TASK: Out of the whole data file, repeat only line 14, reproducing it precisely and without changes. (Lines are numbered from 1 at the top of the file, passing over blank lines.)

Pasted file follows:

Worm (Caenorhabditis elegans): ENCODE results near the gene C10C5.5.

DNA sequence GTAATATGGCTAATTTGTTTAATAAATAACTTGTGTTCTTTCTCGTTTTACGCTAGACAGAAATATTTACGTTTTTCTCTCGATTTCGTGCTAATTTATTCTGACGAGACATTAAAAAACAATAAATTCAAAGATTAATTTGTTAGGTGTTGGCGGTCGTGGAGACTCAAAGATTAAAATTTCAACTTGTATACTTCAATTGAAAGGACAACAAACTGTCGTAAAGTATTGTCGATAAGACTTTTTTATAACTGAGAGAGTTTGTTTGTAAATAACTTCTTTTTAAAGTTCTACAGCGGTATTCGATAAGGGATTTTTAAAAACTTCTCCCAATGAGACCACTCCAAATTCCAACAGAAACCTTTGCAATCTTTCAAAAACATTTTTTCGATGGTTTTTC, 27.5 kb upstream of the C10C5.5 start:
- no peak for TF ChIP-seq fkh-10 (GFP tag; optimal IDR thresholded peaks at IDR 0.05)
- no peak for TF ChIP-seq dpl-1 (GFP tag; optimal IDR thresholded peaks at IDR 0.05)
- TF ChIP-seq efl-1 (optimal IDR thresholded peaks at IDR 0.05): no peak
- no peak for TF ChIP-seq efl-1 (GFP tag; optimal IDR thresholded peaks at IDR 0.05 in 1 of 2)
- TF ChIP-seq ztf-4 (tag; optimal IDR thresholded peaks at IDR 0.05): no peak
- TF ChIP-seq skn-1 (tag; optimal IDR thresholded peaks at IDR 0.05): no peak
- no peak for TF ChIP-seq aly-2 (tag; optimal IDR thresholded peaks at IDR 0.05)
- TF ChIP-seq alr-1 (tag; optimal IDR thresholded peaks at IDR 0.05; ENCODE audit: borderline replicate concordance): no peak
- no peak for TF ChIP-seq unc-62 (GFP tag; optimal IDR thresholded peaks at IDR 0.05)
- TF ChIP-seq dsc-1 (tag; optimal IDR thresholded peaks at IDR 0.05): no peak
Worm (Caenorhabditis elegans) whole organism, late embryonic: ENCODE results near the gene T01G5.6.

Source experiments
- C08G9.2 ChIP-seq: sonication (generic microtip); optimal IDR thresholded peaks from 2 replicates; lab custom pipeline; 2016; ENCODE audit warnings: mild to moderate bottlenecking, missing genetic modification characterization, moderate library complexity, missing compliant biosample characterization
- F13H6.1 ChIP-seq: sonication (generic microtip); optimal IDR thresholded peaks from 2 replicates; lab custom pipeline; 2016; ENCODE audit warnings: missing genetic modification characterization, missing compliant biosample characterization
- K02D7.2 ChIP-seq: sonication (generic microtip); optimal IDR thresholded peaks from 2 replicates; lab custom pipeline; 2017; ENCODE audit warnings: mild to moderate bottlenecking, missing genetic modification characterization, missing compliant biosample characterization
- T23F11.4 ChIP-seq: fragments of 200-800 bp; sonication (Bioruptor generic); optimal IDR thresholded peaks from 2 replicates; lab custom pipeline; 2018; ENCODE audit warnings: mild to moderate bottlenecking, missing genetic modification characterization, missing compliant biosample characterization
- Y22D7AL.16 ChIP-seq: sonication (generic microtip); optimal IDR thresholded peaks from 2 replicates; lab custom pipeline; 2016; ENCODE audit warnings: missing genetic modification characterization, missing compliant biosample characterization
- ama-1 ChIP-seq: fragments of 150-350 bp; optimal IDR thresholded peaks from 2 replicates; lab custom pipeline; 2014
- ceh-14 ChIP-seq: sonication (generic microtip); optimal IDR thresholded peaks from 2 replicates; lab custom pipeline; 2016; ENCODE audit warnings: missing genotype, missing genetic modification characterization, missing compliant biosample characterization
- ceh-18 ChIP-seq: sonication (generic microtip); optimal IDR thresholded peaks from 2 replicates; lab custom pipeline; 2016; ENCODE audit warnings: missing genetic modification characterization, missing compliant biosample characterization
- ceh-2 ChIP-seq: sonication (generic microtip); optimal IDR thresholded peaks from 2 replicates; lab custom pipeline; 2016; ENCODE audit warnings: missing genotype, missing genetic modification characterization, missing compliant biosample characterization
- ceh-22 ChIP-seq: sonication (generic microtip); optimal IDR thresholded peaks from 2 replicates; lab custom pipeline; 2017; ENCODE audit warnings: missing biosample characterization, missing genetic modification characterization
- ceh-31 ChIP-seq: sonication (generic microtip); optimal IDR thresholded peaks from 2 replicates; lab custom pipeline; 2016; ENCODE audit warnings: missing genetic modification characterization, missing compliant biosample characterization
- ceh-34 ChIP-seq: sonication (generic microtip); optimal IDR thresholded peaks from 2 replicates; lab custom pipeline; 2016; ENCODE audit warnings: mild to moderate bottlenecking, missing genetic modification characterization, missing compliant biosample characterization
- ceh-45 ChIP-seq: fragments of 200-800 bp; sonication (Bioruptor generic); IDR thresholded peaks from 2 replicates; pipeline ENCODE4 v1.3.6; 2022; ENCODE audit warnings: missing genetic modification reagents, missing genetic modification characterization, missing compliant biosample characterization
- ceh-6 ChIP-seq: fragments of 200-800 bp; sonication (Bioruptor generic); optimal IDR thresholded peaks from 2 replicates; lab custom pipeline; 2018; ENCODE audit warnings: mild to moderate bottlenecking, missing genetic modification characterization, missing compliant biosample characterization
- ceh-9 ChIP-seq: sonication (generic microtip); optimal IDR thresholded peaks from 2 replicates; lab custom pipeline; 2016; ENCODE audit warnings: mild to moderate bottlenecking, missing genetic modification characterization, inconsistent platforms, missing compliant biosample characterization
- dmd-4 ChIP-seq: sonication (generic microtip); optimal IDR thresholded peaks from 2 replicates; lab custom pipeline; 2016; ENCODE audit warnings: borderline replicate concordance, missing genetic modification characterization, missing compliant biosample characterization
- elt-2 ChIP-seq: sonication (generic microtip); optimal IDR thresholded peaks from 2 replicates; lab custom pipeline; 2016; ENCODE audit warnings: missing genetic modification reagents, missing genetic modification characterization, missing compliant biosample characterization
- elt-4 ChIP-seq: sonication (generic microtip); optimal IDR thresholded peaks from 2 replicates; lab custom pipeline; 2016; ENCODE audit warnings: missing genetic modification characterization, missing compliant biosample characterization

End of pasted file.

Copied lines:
Source experiments